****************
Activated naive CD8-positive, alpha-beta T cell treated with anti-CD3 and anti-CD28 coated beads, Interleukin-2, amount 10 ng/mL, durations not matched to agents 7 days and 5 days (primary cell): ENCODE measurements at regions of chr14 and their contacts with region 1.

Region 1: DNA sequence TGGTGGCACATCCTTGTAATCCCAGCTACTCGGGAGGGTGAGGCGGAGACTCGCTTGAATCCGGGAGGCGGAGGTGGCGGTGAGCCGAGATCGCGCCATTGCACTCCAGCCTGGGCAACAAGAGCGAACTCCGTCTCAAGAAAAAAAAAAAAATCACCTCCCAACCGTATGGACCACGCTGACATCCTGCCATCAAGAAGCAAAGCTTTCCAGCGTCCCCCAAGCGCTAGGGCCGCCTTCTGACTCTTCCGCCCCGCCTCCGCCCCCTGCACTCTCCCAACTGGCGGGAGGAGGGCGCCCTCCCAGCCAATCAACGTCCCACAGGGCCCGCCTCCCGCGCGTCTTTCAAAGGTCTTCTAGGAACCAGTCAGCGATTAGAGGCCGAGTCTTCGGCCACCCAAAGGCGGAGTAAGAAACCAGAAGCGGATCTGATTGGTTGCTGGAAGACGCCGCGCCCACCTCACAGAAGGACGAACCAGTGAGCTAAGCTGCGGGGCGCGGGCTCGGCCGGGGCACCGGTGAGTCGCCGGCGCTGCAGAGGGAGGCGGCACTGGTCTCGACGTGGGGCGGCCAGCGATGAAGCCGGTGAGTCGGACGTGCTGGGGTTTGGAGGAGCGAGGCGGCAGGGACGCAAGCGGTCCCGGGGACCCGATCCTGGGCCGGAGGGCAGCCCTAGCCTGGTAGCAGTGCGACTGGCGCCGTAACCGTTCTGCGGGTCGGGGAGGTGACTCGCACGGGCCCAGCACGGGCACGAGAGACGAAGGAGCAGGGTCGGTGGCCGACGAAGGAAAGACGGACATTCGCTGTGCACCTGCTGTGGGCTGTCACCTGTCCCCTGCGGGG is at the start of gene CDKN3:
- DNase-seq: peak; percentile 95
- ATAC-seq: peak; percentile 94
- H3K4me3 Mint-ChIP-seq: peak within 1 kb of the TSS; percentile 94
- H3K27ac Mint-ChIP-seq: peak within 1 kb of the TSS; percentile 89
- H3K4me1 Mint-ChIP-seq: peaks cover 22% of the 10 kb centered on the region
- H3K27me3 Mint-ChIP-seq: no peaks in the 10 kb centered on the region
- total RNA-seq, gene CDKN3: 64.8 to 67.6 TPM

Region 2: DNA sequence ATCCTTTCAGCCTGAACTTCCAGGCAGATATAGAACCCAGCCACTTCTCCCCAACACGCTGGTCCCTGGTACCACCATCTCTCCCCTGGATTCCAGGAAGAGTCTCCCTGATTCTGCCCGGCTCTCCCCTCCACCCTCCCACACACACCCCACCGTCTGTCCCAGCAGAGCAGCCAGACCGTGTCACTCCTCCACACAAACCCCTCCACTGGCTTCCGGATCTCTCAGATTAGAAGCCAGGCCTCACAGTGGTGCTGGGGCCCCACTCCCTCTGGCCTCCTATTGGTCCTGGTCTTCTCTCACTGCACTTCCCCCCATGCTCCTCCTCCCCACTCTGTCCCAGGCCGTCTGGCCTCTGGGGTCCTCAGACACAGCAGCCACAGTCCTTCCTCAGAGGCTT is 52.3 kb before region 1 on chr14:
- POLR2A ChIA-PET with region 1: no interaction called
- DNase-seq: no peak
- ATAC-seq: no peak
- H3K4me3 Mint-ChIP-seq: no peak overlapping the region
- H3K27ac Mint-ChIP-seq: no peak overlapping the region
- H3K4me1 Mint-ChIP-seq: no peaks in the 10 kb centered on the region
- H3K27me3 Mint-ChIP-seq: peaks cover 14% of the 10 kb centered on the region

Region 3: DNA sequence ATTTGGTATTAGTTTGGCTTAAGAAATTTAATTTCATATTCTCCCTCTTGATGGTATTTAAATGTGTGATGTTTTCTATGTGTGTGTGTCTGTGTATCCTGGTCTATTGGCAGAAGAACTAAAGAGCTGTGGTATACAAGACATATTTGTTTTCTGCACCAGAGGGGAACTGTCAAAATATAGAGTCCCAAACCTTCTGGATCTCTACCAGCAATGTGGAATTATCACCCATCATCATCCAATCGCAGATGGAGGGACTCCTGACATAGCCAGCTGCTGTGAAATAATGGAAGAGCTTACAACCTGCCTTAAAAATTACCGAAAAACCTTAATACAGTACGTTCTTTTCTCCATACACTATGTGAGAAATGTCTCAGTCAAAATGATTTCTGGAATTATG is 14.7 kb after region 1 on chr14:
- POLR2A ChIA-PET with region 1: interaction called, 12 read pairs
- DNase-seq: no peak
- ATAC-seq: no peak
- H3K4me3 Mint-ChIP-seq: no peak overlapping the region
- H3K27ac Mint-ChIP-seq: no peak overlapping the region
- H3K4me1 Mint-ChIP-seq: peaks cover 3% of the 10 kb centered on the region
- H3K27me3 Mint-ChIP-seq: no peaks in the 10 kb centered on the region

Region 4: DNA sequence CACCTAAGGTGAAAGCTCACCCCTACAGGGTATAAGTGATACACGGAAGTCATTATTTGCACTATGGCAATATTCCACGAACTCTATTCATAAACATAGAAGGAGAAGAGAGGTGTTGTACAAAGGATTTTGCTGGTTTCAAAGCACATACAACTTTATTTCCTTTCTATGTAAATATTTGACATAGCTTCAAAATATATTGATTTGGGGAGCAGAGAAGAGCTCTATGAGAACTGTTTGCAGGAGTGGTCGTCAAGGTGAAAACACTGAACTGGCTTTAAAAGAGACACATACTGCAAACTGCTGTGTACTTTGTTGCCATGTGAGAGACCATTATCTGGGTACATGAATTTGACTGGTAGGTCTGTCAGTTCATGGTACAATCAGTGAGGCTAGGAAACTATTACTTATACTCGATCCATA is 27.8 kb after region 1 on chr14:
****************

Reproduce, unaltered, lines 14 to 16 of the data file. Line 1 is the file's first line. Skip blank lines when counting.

- H3K4me3 Mint-ChIP-seq: no peak overlapping the region
- H3K27ac Mint-ChIP-seq: no peak overlapping the region
- H3K4me1 Mint-ChIP-seq: no peaks in the 10 kb centered on the region